DALLAS — Beefing up casual lifestyle offerings and growing the women’s business were focal points this week at a meeting here of The Forum, an association of 13 independent luxury retailers representing an estimated $100 million in women’s sales.

Mario’s, with two stores in Portland, Ore., and Seattle, and Stanley Korshak of Dallas both will debut spin-off lifestyle stores in August.

“Women live very casual lifestyles in jeans, taking the kids around, and we want them to think of us for their whole lifestyle,” said Mario Bisio, owner of Mario’s. His lifestyle store, Mario’s 310 in Portland, will be 6,000 square feet and will aim for the $1,000-a-square-foot-plus performance of its larger siblings. It will offer premium denim lines for men and women, including Habitual and Notify; sportswear from Prada Linea Rosa, Loro Piana, and shoes, accessories music, books and eyewear.

Stanley Korshak will unveil the Shak, featuring men’s and women’s denim and contemporary fashions, lingerie and swimwear, in an 11,000-square-foot store across a courtyard from its flagship. The move enables Korshak to expand those classifications. Key lines will include Allen B., Diane von Furstenberg, Red Valentino, M Missoni and 12th Street by Cynthia Vincent, along with denim by True Religion, Seven For All Mankind and Prasad.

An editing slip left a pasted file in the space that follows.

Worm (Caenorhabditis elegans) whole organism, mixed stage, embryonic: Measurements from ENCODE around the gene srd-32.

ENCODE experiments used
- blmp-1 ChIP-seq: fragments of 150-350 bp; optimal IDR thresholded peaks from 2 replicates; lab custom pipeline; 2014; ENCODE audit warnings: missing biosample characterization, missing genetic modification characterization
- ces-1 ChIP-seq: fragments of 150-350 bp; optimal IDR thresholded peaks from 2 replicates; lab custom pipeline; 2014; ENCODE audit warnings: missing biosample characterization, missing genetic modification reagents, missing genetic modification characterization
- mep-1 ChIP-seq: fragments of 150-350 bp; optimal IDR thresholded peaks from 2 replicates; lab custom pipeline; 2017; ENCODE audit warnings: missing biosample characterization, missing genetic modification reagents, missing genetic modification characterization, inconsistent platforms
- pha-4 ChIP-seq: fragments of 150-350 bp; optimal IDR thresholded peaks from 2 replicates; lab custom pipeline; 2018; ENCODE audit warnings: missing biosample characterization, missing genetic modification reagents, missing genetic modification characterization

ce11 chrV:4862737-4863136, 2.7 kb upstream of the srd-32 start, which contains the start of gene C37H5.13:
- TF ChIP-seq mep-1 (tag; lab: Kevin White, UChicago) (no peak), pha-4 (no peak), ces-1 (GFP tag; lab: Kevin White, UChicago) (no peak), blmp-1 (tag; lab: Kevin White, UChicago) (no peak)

The Forum’s 13th and newest member, Stanley Korshak, hosted the four-day meeting of Forum members in Dallas that ends Wednesday. The group meets twice a year to evaluate business strategies. The stores are all in non-competing markets, so they are unusually open with one another.

The Forum was established in 1940 by men’s wear retailers who became friendly on a cross-country train trip to market in New York. In the last decade, all but two of its members have added women’s fashion, which they see as the biggest opportunity for growth.

“It’s a deeper level of sharing of all issues,” said Scott A. Malouf, chief executive officer of Malouf’s, which is based in Lubbock, Tex., and also has a store in Burlingame, Calif. “You really can network with like businesses, and everyone has expertise that you can learn from. We talk about everything from family succession to merchandising.”

This story first appeared in the May 11, 2006 issue of WWD. Subscribe Today.

The members are well-established, family-owned businesses, and many have multiple doors. They are: Andrisen Morton, Denver; Garys, Newport Beach, Calif.; Hubert White, Minneapolis; Kaps, Andover, Mass.; Kilgore Trout, Cleveland; Larrimor’s, Pittsburgh; Mitchells/Richards/Marshs, Westport, Conn.; Mario’s, Malouf’s, Lubbock; Oak Hall, Memphis; Rodes, Louisville, Ky.; Rubensteins, New Orleans, and Stanley Korshak.

Adrisen Morton bought a nearby women’s store, Auer’s, last September, and Garys has been developing women’s denim, sportswear and accessories in four of its 10 stores over the past 18 months. In addition, both Larrimor’s and Rodes have added women’s fashion in the past three years.

“Everyone is recognizing the power of men’s and women’s together,” said Bob Mitchell, co-president of Mitchells/Richards/Marshs.